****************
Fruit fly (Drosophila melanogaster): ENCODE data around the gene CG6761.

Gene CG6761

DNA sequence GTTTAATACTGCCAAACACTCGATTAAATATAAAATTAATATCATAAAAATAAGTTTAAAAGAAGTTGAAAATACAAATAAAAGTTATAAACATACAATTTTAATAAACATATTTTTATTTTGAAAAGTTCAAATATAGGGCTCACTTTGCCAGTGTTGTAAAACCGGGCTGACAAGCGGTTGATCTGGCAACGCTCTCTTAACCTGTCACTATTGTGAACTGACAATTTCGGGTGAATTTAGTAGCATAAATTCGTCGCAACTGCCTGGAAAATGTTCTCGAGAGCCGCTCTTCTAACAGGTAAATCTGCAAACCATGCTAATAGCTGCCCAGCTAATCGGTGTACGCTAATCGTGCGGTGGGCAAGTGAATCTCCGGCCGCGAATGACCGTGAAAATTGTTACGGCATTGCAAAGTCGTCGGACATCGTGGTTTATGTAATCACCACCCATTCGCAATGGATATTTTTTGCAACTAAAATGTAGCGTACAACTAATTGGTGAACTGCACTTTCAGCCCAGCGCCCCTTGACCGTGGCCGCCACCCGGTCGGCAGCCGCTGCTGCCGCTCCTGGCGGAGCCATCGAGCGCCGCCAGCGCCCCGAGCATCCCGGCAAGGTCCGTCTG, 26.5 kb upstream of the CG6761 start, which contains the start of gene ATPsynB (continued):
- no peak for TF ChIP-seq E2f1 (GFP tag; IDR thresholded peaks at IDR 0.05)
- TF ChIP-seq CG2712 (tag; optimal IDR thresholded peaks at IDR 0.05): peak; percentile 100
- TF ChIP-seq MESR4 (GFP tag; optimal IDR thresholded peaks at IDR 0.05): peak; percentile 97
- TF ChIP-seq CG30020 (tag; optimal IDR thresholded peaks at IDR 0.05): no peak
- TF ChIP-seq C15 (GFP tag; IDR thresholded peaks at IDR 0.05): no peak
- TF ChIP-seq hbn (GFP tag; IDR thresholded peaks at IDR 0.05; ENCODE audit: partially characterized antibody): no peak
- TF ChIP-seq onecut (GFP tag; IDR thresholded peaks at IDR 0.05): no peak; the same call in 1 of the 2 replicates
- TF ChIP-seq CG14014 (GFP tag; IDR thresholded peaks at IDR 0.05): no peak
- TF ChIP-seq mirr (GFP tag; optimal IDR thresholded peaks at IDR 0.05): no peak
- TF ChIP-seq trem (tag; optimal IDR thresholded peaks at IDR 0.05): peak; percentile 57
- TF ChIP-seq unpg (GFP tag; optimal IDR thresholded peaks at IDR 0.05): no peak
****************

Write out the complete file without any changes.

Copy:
Fruit fly (Drosophila melanogaster): ENCODE data around the gene CG6761.

Gene CG6761

DNA sequence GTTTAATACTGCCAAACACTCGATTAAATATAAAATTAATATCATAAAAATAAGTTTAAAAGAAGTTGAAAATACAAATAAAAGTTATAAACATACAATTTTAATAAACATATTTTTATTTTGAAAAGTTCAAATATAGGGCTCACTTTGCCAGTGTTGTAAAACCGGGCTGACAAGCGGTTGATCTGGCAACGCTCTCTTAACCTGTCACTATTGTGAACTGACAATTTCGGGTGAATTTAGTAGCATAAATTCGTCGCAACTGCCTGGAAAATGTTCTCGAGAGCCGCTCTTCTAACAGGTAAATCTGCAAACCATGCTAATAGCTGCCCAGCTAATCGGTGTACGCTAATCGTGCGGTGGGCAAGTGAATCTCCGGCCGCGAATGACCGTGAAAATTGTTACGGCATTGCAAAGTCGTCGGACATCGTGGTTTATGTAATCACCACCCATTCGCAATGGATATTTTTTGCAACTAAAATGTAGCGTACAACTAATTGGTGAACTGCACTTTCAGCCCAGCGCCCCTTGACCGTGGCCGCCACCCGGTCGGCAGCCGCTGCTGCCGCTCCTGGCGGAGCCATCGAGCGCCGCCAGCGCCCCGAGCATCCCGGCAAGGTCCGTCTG, 26.5 kb upstream of the CG6761 start, which contains the start of gene ATPsynB (continued):
- no peak for TF ChIP-seq E2f1 (GFP tag; IDR thresholded peaks at IDR 0.05)
- TF ChIP-seq CG2712 (tag; optimal IDR thresholded peaks at IDR 0.05): peak; percentile 100
- TF ChIP-seq MESR4 (GFP tag; optimal IDR thresholded peaks at IDR 0.05): peak; percentile 97
- TF ChIP-seq CG30020 (tag; optimal IDR thresholded peaks at IDR 0.05): no peak
- TF ChIP-seq C15 (GFP tag; IDR thresholded peaks at IDR 0.05): no peak
- TF ChIP-seq hbn (GFP tag; IDR thresholded peaks at IDR 0.05; ENCODE audit: partially characterized antibody): no peak
- TF ChIP-seq onecut (GFP tag; IDR thresholded peaks at IDR 0.05): no peak; the same call in 1 of the 2 replicates
- TF ChIP-seq CG14014 (GFP tag; IDR thresholded peaks at IDR 0.05): no peak
- TF ChIP-seq mirr (GFP tag; optimal IDR thresholded peaks at IDR 0.05): no peak
- TF ChIP-seq trem (tag; optimal IDR thresholded peaks at IDR 0.05): peak; percentile 57
- TF ChIP-seq unpg (GFP tag; optimal IDR thresholded peaks at IDR 0.05): no peak